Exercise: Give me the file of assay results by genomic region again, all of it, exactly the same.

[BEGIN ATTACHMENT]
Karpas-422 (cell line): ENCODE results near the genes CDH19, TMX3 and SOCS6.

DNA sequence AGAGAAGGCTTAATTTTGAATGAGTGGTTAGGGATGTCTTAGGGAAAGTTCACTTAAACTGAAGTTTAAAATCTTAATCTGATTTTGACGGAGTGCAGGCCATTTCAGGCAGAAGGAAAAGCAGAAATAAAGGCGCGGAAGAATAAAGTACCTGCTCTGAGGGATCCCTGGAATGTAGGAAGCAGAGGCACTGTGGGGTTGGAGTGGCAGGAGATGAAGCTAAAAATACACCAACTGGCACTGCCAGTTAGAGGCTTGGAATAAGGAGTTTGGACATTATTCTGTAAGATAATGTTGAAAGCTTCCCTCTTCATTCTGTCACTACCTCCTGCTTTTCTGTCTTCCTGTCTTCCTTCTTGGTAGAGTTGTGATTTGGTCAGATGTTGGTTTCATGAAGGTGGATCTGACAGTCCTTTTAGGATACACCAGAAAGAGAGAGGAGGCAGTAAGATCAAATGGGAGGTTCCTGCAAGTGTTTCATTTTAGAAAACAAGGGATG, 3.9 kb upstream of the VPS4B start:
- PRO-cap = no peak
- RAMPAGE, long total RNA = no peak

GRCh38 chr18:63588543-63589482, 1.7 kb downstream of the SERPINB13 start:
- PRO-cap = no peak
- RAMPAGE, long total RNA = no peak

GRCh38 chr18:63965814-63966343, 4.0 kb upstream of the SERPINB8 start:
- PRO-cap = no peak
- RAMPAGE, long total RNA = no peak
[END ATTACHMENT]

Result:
Karpas-422 (cell line): ENCODE results near the genes CDH19, TMX3 and SOCS6.

DNA sequence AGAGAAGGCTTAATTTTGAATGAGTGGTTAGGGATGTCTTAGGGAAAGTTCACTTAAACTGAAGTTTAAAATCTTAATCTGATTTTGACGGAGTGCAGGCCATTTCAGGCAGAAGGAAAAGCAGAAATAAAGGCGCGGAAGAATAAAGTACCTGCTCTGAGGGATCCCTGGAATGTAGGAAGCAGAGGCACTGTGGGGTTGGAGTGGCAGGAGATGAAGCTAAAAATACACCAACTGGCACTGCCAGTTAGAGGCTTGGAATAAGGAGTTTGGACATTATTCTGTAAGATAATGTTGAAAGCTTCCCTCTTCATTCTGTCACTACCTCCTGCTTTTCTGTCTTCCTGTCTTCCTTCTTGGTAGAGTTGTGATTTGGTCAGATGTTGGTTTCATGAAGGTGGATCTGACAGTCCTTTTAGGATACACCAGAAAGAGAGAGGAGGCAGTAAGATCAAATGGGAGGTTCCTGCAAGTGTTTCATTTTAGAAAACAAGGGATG, 3.9 kb upstream of the VPS4B start:
- PRO-cap = no peak
- RAMPAGE, long total RNA = no peak

GRCh38 chr18:63588543-63589482, 1.7 kb downstream of the SERPINB13 start:
- PRO-cap = no peak
- RAMPAGE, long total RNA = no peak

GRCh38 chr18:63965814-63966343, 4.0 kb upstream of the SERPINB8 start:
- PRO-cap = no peak
- RAMPAGE, long total RNA = no peak